Getting more sleep improves daytime alertness and reduces pain sensitivity in healthy adults, according to a small new study.
The research included 18 mildly sleep-deprived volunteers who spent four nights getting either their normal amount of sleep or extending their sleep time to 10 hours per night. The extended sleep group slept an average of 1.8 hours more per night than those in the normal sleep group.
Tests showed that the nightly increase in sleep time was associated with increased daytime alertness and less pain sensitivity. The length of time that people in the extended sleep group were able to keep their finger on a heat source increased by 25 percent, the investigators found. That increase is greater than what was found in a previous study when participants took 60 milligrams of the painkiller codeine before undergoing the same pain sensitivity test.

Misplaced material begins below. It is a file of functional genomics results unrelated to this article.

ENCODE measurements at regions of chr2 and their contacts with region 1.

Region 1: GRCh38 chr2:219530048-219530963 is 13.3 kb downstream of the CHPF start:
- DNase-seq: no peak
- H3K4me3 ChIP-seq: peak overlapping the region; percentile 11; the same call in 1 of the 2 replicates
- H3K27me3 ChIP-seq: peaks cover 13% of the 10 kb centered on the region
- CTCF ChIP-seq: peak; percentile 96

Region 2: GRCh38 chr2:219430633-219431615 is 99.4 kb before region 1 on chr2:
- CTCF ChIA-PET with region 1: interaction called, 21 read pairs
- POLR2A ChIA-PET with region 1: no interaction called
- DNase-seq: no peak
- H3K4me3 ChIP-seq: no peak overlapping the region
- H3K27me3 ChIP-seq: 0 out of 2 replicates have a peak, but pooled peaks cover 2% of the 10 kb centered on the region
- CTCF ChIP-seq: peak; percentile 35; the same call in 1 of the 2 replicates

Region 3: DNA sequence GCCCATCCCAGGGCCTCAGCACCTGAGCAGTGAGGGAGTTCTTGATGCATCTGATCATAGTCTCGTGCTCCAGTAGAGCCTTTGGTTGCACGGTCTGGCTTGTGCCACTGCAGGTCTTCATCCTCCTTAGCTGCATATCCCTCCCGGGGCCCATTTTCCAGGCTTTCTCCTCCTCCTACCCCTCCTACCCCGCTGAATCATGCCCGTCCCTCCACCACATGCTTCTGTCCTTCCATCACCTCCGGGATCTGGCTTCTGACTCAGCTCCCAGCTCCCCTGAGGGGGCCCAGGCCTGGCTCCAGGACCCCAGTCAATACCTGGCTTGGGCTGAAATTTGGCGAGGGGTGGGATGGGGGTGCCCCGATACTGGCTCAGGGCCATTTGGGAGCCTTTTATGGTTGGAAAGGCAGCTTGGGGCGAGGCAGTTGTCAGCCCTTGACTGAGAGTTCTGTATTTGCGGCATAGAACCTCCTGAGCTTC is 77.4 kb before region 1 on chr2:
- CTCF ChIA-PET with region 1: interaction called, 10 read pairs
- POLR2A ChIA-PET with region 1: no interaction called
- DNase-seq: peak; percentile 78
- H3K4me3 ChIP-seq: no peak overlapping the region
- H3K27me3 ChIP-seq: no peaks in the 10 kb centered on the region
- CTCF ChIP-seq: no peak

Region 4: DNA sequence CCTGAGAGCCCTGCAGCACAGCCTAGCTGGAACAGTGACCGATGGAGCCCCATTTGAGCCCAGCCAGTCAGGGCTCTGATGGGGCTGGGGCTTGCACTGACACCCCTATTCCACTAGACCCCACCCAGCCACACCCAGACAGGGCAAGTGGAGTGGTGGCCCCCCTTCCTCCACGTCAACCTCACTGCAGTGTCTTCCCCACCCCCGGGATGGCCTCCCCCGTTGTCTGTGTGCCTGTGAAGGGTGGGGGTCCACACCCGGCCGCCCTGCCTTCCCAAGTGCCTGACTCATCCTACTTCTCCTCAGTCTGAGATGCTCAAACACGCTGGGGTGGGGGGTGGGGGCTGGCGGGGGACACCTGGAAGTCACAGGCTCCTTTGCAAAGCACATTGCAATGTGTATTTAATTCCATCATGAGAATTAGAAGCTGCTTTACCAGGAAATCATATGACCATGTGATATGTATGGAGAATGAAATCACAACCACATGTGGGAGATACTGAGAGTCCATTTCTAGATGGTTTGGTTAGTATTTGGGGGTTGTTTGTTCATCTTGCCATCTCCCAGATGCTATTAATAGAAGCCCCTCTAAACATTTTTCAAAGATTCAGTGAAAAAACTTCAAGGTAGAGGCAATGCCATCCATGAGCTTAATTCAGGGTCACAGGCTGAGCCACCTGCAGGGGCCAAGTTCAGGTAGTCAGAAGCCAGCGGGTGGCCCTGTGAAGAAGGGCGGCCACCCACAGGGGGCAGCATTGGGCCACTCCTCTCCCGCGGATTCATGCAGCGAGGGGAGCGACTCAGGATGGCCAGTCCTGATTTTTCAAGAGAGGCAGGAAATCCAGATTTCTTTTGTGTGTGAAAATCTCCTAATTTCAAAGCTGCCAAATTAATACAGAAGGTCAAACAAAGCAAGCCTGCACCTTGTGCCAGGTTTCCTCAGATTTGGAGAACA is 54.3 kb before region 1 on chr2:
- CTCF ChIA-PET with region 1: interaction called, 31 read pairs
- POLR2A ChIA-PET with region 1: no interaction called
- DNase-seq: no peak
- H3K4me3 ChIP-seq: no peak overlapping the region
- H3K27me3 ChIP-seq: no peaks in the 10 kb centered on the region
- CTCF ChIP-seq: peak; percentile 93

The study, published in the December 2012 issue of the journal Sleep, is the first to show that extended sleep in mildly sleep-deprived people reduces their pain sensitivity, the researchers pointed out in a news release from the American Academy of Sleep Medicine. This and previous findings suggest that lack of sleep increases pain sensitivity.
“Our results suggest the importance of adequate sleep in various chronic pain conditions or in preparation for elective surgical procedures,” study lead author Timothy Roehrs said in the news release.
“We were surprised by the magnitude of the reduction in pain sensitivity, when compared to the reduction produced by taking codeine.”
While the study found an association between extra sleep and reduced pain sensitivity, it did not prove a cause-and-effect relationship.
SOURCE: American Academy of Sleep Medicine, news release, Dec. 1, 2012
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